- Investment accounts
- Other accounts
A safe deposit box is recommended to store your original papers and other valuables. These boxes are located at your financial institutions. Note that most original documents should be stored in your safe deposit box.
Secure in Your Safe Deposit Box
- Birth, marriage, death certificates
- Adoption papers
- Child custody papers
- Copies of passports
- Military/veteran records
- Leases and other contracts
- Stocks, bonds, and certificates of deposit
- Trust documents
- Copies of power of attorney, will/trust
- Insurance policies
- Home improvement records and receipts
- Household inventory (list, photos, and/or digital)
- Jewelry, precious medals, other collectibles, keepsakes
Backup and Digital Files
Store the contents of your “to go” box and safe deposit box on a secure, password-protected jump drive. You may also consider saving them to a service like Dropbox or Google Docs.
There are a number of productivity apps for mobile devices that make this easy by using your phone’s camera as a scanning device.
Capture electronic versions of your important documents. Back-up your computer to protect photos and other important electronic documents. Scan old photos to protect them from loss.
The most portable files for your “to go” box are digital files. Take the documents you have collected and scan them. Save these images to a flash drive, CD, or DVD to save space in your “to go” box. Also scan the contents of your safe deposit box and save to the same flash drive, CD, or DVD. Send a copy to a trusted friend or relative who lives at least 300 miles away. You may also want to provide your attorney with a copy of the CD in a sealed envelope to be opened with your permission if you become incapacitated.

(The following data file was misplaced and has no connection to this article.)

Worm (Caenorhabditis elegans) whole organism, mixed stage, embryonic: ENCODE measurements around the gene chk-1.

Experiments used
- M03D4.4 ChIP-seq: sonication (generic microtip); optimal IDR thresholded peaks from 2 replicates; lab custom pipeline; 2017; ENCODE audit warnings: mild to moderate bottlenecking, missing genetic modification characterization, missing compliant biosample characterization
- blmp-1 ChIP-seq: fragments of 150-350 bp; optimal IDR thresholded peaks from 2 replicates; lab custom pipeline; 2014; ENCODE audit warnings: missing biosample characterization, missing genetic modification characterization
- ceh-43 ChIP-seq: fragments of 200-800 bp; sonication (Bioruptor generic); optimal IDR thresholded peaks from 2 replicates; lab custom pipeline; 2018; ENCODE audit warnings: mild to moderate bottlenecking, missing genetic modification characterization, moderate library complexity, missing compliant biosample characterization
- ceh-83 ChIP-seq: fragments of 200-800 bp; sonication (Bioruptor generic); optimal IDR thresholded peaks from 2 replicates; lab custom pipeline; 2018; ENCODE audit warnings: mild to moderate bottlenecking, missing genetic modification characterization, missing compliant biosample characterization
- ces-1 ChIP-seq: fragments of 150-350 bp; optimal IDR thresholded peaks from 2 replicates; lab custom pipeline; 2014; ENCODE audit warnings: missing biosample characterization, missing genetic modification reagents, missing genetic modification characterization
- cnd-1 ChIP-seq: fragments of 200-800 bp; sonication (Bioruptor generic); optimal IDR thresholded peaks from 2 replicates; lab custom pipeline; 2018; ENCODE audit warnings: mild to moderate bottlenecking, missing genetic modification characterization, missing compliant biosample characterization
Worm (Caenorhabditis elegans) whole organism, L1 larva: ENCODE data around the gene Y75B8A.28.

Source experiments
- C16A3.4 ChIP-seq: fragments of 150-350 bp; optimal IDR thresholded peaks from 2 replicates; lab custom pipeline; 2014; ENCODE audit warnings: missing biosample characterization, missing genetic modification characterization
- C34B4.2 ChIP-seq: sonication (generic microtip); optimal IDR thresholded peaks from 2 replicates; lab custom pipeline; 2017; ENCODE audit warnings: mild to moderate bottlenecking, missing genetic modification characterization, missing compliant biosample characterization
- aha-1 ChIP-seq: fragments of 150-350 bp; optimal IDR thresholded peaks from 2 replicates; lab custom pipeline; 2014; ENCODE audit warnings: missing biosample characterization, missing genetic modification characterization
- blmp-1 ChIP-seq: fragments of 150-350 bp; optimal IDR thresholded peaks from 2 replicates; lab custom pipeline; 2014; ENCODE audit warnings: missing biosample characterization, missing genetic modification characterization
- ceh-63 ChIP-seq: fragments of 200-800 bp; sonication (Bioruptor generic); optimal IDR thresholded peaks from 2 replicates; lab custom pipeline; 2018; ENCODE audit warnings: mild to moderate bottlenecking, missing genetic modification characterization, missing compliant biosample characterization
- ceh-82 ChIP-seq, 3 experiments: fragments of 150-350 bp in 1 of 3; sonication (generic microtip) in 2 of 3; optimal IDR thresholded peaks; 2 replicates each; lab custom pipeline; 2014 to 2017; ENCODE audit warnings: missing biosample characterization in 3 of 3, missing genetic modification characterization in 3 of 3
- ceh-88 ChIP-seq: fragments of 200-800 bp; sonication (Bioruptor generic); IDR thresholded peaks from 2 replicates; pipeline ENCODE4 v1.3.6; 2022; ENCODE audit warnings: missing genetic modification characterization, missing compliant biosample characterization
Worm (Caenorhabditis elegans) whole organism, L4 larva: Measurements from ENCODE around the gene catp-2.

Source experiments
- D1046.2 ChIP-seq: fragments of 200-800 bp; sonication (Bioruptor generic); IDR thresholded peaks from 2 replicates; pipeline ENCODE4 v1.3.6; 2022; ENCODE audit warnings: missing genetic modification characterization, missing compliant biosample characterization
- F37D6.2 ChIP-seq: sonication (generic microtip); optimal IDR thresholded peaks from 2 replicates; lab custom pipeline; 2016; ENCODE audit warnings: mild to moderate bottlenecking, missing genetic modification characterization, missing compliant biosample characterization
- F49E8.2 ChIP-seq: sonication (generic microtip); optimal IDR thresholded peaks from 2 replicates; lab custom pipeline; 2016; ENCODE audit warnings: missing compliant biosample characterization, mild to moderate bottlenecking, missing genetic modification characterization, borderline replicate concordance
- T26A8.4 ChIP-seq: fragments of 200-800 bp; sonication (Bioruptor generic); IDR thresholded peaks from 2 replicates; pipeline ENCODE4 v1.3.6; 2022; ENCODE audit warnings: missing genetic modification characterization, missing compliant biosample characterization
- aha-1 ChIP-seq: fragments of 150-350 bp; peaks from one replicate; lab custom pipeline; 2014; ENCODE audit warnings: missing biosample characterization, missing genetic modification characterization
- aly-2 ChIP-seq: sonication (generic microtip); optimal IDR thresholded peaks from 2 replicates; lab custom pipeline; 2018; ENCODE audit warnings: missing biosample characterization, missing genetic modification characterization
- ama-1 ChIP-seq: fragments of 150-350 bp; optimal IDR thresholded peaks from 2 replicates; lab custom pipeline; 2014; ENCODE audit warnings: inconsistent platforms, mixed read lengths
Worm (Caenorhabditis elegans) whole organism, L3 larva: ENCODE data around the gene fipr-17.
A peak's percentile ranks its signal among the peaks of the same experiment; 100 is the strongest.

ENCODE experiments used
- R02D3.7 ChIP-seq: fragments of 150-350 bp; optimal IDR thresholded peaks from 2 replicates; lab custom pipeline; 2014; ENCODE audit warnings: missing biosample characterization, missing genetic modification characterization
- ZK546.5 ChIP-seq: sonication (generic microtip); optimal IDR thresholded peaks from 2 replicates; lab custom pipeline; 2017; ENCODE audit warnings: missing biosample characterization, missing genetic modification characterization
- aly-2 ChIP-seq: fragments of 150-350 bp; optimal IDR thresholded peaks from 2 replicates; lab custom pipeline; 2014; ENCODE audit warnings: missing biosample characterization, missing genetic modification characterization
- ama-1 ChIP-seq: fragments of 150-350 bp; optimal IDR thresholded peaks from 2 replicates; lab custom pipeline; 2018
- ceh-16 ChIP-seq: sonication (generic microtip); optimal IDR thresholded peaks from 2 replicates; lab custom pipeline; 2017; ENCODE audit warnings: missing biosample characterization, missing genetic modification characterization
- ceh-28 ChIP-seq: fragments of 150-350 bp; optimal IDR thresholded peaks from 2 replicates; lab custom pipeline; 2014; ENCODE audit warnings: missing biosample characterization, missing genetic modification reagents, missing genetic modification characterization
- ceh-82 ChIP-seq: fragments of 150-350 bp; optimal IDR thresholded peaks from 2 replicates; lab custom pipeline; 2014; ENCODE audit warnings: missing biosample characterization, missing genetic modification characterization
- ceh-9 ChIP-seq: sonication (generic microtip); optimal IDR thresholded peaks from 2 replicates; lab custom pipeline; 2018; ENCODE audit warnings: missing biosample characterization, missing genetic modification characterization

Our lives are constantly changing when there are births, deaths, moves, marriages, divorces, and similar changes occurring. You may buy a new house, acquire real property, or sell some. The best evacuation “to go” box will not last forever. As things change, update the “to go” box and your safe deposit box by adding to or deleting your documentation. Review these materials at least annually. Planning and preparation can help the unexpected from becoming a harsh financial reality.
American Red Cross, American Institute of Certified Public Accountants, & National Endowment for Financial Education. (2003). Disaster Recovery: A Guide to Financial Issues.
FDIC Consumer News. Federal Deposit Insurance Corporation. (Winter 2018). Five Things to Know About Safe Deposit Boxes, Home Safes and Your Valuables. https://www.fdic.gov/consumers/consumer/news/cnwin18/fivethings.html
University of Florida Cooperative Extension Service. (1998). Disaster Supplies Kit.
Virginia Cooperative Extension Service. (2002). Emergencies: Are You Prepared? Your Personal
Checklist of Important Documents.
FEMA. (July 2018). Safeguard Critical Documents and Valuables.
Colorado State University Extension. (2014). Financial Emergency Preparedness.
Information Sheet 1801 (POD-03-19)
By Susan Cosgrove, Senior Extension Associate, Agricultural Economics.